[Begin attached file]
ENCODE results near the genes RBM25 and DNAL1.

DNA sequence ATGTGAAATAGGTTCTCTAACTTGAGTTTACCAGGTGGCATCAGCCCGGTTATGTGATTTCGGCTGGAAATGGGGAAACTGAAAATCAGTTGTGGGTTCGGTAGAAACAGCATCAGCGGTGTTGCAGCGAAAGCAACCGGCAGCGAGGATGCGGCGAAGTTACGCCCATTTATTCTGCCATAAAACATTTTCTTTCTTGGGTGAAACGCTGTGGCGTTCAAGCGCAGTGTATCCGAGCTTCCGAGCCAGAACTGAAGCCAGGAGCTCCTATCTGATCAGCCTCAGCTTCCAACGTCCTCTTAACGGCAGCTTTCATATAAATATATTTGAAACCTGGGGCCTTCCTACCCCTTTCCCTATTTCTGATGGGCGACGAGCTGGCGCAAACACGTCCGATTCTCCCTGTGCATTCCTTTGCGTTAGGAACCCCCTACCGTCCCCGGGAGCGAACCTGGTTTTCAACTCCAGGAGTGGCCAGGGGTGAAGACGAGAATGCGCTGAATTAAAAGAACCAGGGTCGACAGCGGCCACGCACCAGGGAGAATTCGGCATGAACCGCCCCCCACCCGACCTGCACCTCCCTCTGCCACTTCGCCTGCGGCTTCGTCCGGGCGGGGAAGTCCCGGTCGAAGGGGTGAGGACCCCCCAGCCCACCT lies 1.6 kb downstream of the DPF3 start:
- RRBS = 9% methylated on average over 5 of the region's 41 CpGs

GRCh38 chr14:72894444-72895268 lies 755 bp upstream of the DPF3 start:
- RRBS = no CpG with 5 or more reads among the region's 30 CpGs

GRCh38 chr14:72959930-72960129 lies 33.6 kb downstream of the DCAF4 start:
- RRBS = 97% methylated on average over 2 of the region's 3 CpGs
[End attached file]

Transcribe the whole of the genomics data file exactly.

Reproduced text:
ENCODE results near the genes RBM25 and DNAL1.

DNA sequence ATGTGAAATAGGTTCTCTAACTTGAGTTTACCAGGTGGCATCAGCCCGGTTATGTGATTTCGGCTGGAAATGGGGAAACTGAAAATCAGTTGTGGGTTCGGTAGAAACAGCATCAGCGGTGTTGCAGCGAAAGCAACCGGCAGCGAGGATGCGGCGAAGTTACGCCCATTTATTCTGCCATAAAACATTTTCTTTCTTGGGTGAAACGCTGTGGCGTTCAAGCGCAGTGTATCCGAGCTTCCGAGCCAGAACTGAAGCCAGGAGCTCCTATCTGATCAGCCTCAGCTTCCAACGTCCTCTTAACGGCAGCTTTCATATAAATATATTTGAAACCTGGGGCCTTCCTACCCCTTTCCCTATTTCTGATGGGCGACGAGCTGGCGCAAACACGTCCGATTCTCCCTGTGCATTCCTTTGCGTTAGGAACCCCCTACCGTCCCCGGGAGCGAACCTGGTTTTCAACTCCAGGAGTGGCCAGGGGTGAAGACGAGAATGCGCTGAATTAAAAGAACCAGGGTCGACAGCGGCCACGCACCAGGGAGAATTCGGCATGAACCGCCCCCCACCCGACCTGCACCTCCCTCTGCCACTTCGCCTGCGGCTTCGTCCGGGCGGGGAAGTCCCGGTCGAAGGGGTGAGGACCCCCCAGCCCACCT lies 1.6 kb downstream of the DPF3 start:
- RRBS = 9% methylated on average over 5 of the region's 41 CpGs

GRCh38 chr14:72894444-72895268 lies 755 bp upstream of the DPF3 start:
- RRBS = no CpG with 5 or more reads among the region's 30 CpGs

GRCh38 chr14:72959930-72960129 lies 33.6 kb downstream of the DCAF4 start:
- RRBS = 97% methylated on average over 2 of the region's 3 CpGs